Q&A With…A New Mom

Expecting the unexpected, all right! Meet one Bergen County mom who birthed her second child during COVID-19.
2 Qa New Mom


Having a baby always brings with it some stress and anxiety, but giving birth during a global pandemic? That’s another level. But unlike with big events that can be postponed until after the so-called coronavirus dust settles, the stork doesn’t wait!

Below, a local mom from Township of Washington, Maria Liberti, shares what it was like to welcome her second child, Emma, during COVID-19, including hospital protocols, the major differences between her first birth and her second and more.

BERGEN: Congrats, Maria! Let’s start with the basics. Where and when did you give birth to Emma?

Maria Liberti: Emma was born on April 9 at The Valley Hospital in Ridgewood.

BERGEN: Was your husband allowed in with you for the birth and your hospital stay? And if so, were there any limitations on what you and he could do there?

ML: My husband, Michael, was allowed with me the entire time. However, we were confined to our room and were not allowed to leave. When we arrived at the hospital, we were screened before entry. We had our temperatures taken and were asked several questions, including whether we have been in contact with anyone confirmed or exposed to the virus, whether we traveled outside the U.S., etc. We were ultimately cleared and allowed up to Labor and Delivery. Luckily, we were not tested for COVID.

BERGEN: Did you and/or your husband have to wear masks at the hospital?

ML: I had a scheduled Cesarean section and I was required to wear a mask the entire time—both during delivery and throughout my entire stay. My husband had to wear a mask the entire time too. We also both had our temperatures taken multiple times throughout our stay, but luckily we never developed any fever.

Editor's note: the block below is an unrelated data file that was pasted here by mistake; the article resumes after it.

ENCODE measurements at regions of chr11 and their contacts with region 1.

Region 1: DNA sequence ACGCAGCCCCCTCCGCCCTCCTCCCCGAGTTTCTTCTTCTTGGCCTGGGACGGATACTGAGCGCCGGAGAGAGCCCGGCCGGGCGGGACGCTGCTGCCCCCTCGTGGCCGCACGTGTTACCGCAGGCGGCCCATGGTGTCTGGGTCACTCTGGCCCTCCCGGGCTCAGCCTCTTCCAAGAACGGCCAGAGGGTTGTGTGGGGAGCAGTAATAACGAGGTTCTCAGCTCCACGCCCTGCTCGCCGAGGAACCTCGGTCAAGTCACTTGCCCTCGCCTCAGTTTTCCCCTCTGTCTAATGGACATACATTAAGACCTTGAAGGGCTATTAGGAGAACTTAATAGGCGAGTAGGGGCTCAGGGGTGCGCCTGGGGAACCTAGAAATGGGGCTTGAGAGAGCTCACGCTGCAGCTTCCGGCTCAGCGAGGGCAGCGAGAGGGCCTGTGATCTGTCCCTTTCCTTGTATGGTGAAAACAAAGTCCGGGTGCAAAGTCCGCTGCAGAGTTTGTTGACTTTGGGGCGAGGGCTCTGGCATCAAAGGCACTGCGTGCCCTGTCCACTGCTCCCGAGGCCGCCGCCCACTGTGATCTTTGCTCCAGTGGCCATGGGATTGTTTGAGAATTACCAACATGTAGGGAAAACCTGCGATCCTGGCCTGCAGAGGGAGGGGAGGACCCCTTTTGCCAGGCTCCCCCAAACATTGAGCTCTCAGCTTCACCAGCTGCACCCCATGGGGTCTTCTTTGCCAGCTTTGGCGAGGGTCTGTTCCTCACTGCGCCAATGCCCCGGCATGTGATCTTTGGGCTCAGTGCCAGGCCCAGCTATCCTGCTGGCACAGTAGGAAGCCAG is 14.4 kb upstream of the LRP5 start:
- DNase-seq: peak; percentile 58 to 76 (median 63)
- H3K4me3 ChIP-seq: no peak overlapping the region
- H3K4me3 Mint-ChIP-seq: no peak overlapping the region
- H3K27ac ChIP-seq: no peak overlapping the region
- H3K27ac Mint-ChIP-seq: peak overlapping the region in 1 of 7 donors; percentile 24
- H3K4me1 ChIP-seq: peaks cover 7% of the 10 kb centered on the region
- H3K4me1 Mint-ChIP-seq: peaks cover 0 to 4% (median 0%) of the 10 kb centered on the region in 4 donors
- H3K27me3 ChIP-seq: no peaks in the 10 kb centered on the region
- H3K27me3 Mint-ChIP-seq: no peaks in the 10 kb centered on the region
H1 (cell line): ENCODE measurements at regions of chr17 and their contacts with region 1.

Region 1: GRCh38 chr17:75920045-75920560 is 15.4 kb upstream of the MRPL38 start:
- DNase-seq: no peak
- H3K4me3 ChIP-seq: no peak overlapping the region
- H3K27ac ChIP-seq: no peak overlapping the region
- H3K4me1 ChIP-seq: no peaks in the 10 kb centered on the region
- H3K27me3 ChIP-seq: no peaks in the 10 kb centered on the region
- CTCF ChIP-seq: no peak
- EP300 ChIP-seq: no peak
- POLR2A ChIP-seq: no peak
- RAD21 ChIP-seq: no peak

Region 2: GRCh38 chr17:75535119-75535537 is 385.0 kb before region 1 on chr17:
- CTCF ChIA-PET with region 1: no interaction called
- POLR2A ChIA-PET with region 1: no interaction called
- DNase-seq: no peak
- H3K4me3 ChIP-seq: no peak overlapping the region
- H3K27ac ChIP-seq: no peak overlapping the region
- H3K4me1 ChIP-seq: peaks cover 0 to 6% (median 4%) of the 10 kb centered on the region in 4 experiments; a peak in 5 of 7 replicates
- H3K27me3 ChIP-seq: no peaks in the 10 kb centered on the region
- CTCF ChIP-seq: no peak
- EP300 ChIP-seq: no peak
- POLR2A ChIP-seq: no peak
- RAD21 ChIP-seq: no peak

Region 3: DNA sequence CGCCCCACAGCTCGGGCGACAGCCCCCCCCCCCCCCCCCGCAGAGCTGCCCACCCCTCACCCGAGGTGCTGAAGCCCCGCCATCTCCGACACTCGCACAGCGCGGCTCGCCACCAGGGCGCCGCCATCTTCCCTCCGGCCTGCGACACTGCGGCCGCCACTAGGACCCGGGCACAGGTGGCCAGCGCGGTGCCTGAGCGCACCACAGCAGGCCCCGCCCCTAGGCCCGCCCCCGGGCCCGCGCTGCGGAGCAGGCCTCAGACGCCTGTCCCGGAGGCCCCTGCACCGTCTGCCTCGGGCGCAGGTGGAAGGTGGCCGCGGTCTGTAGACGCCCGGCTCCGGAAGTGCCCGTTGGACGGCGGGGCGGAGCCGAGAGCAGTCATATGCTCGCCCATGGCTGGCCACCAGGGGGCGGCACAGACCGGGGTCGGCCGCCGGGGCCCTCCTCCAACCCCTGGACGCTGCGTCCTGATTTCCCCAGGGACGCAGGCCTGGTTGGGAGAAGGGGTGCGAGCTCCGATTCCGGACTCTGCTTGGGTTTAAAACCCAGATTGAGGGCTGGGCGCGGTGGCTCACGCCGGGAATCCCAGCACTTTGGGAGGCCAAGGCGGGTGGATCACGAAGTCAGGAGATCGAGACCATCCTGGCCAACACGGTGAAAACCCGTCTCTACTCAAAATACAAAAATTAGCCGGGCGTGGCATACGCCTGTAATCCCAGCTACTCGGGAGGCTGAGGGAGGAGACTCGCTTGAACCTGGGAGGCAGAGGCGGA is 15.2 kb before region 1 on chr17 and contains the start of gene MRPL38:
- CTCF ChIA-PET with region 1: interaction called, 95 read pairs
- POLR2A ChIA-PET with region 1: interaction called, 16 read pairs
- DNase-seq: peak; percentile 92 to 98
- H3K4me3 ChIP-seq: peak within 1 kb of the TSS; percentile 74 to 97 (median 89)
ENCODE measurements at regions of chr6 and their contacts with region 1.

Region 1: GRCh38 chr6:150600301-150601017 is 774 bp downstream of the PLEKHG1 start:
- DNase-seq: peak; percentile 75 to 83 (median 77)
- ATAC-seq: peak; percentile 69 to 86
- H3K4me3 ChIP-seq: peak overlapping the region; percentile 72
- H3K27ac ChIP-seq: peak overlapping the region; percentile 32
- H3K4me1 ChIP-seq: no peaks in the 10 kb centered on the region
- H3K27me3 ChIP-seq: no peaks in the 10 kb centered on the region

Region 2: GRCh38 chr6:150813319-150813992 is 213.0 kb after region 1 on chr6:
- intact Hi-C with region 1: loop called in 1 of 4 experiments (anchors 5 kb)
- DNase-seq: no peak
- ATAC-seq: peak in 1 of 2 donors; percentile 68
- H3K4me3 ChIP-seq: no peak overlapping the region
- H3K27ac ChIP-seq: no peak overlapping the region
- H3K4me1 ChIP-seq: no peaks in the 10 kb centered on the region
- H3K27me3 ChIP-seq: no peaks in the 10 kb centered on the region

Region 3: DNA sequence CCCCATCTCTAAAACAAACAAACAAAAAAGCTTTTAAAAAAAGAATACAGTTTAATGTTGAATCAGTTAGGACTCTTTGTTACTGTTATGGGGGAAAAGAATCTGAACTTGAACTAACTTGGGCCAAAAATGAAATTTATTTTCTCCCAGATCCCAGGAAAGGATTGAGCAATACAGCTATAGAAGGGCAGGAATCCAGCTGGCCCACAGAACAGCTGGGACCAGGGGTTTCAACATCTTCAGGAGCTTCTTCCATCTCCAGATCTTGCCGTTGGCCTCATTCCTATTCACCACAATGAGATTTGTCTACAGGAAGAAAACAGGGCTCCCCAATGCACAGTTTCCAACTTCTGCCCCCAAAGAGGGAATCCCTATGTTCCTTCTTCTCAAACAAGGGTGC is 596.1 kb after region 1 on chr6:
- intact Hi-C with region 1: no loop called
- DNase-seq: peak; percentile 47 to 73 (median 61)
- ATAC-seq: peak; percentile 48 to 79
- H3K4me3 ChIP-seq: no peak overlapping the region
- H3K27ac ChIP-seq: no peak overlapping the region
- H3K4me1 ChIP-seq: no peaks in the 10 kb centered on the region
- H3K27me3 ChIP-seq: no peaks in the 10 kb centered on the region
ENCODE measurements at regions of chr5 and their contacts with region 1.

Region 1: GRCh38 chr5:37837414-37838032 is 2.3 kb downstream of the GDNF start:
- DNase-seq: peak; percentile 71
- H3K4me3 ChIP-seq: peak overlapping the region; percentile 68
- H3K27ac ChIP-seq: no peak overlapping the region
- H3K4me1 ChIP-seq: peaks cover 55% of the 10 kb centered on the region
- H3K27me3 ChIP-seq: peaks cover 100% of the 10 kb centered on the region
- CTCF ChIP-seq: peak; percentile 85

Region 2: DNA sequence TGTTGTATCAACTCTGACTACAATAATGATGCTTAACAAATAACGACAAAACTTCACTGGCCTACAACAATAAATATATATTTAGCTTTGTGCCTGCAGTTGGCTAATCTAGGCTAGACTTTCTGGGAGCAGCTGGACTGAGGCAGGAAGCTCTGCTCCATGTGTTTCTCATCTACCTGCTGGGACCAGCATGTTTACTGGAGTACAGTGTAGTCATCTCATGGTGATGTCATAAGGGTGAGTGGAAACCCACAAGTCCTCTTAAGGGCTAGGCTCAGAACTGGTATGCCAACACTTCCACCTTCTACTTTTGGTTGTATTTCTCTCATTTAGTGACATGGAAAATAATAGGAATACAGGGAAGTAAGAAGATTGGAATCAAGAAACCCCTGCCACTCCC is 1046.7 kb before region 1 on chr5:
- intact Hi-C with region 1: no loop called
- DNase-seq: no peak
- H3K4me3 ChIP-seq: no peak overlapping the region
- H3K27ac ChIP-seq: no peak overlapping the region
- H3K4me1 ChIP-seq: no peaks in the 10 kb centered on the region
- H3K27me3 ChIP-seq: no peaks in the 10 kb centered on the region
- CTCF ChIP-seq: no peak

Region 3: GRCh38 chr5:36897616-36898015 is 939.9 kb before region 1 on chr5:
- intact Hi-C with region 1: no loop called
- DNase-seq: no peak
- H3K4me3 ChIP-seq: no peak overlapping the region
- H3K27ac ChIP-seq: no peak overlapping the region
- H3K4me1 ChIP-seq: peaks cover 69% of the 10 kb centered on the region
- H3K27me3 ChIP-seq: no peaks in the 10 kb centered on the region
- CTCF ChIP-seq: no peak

BERGEN: On top of nerves around having a baby, were you extra anxious due to the virus?
: All of the doctors, nurses and staff were wonderful and did their absolute best to make us feel in the moment, safe, healthy and excited, but it was eerily quiet at the hospital. We couldn’t wait to get through the stay and make it home safe, and we couldn’t help but wonder whether we would be exposed to coronavirus [while there] despite the precautions.

BERGEN: Aside from visitors being prohibited, what were the biggest differences between your hospital stay this time around and two years ago when you had your son, Luca?

ML: My husband and I joke that our hospital stay for the delivery of our son felt like a vacation; we had lots of visitors and enjoyed all the help provided. It was very different this go around with our daughter! There were no menus from the cafeteria; we accepted whatever food was delivered. There also was no hospital photographer on the floor, so we had to take our own newborn photos to capture the moment. A company called Fox Images Photography offered to edit some photos of Emma (and photos taken by other mothers giving birth during the pandemic) for a project called “Labor in the Time of Corona.”

BERGEN: How long was your hospital stay overall?
I was discharged less than 48 hours after giving birth rather than the usual four-day stay for a C-section. It was physically hard leaving so early, but it was the right decision for us for our peace of mind.

BERGEN: Since you brought Emma home in mid-April, have you had any support or help from relatives?
We were lucky enough to have my parents self-quarantine for weeks before our delivery so they could watch our son while we were delivering our daughter and then help us again when we came home. However, we have a ton of family members, siblings included, who haven’t been able to meet the baby other than through visits at our sliding glass door. We miss everyone tremendously and cannot wait for us all to be together and for our baby girl to officially meet her relatives in person!

For more birth stories about some of Bergen County’s “COVID babies”—including a set of triplets!—check out the June issue of BERGEN magazine.

Categories: Bergen Health & Life, Homepage Features